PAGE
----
Florida Legislature's evaluation: needs (lots of) improvement

Published May 5, 2013

They applauded one another.

They embraced, they laughed, they took group pictures.

All in all, during the final hours and days of the 2013 legislative session, your state lawmakers seemed very happy with themselves.

And that's a good thing because I'm not sure who else is feeling charitable toward our senators and representatives these days.

This legislative session feels more notable for what didn't happen than what did. For instance, some really bad ideas got squashed. And one really important issue got tabled.

These folks accomplished a handful of good things, but I'm not sure how much there is to brag about. Let's put it this way: They weren't as bad as previous Legislatures. Anyone want to put that on a bumper sticker?

Since I know how much our lawmakers appreciate accountability, here's a quick review of their 2013 performance using the same type of standards applied in their glorious teacher evaluations.

Education — Pay raises for teachers! Per-pupil funding bump! Oversight for charter schools! At first glance, you might think education was a priority for this Legislature. But then you remember the political sham known as parent trigger was one vote away from being passed, and you realize our post office is still in Hooterville.

Final evaluation: Effective.

Consumers — Your electric bill remains higher than necessary because lap dogs in the House had their tummies scratched with campaign coins from utility companies. On the other hand, the House kept the Senate from including rate hikes in an overhaul of Citizens Property Insurance.

Final evaluation: Barely effective.

Campaign finance reform — Lawmakers cracked down on one type of political committee, but basically empowered another. They also generously raised contribution limits for candidates. And this was supposed to be a victory for House Speaker Will Weatherford? It feels like a batter celebrating a pop-up because he didn't strike out.

Final evaluation: Unsatisfactory.

Ethics reform — The Commission on Ethics was finally given some teeth, and legislators must now wait two years after leaving office before cashing in as lobbyists. Now was that really so hard?

Final evaluation: Highly effective.

Election reform — Alas, The Daily Show may have to find new material. The election reform package passed on Friday goes a long way toward reversing some of the foolish laws that have turned Florida into a national punch line every other November. A handful of Democrats are still complaining, but they're starting to sound like whiners.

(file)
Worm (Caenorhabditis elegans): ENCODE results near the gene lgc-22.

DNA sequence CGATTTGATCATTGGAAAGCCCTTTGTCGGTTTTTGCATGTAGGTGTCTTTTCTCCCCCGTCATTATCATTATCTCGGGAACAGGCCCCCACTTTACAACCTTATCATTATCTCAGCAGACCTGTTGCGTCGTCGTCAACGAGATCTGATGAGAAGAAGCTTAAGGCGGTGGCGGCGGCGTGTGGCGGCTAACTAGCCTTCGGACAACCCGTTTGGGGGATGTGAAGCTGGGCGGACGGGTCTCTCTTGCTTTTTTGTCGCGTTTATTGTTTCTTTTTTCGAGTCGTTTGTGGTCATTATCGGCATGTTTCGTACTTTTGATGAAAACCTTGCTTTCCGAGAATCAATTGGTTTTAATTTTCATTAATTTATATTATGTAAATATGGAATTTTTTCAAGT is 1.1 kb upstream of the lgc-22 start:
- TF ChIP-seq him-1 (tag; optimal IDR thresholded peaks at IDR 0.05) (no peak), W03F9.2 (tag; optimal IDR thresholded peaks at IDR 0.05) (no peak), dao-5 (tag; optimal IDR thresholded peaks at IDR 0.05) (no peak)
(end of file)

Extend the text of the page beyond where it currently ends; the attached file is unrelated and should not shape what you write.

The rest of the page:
Final evaluation: Effective.

State employees — Let's see, the governor has been trying to fire as many workers as he can. The Legislature wants to privatize their jobs. Workers have gone seven years without raises, and Weatherford wanted to blow up the pension program. Hard for things to get much worse for state employees. So across-the-board wage increases — even though they only range from $1,000 to $1,400 — are a major coup this session.

(By the way, Sen. Jack Latvala, R-Clearwater, gets kudos for helping to kill both the pension bill and the parent trigger bill on the same day.)

Final evaluation: Needs improvement.

Entitlements — If you run into a neighbor who is down on their luck, pull them aside and offer this advice: Incorporate. The Legislature may not have much sympathy for poverty-level residents, but it loves some corporations. Tax breaks and other forms of corporate welfare are all the rage in Tallahassee. The rationale is that corporation-friendly laws create jobs, but no one seems to hold corporate honchos accountable on that.

Final evaluation: Needs improvement.

Health care — More than 1 million uninsured residents. More than $50 billion in federal funds. How do those two numbers not add up? Sen. Joe Negron, R-Stuart, came up with a plan that would use federal funds while not expanding Medicaid, per se. Yet House Republicans seemed cowed by Weatherford's authority. It didn't matter that lives might be saved. It didn't matter that studies predict money will be saved in the long run. It died a political and ideological death.

Final evaluation: Unsatisfactory.

Also uncaring. And unconscionable.

Frankly, unbelievable.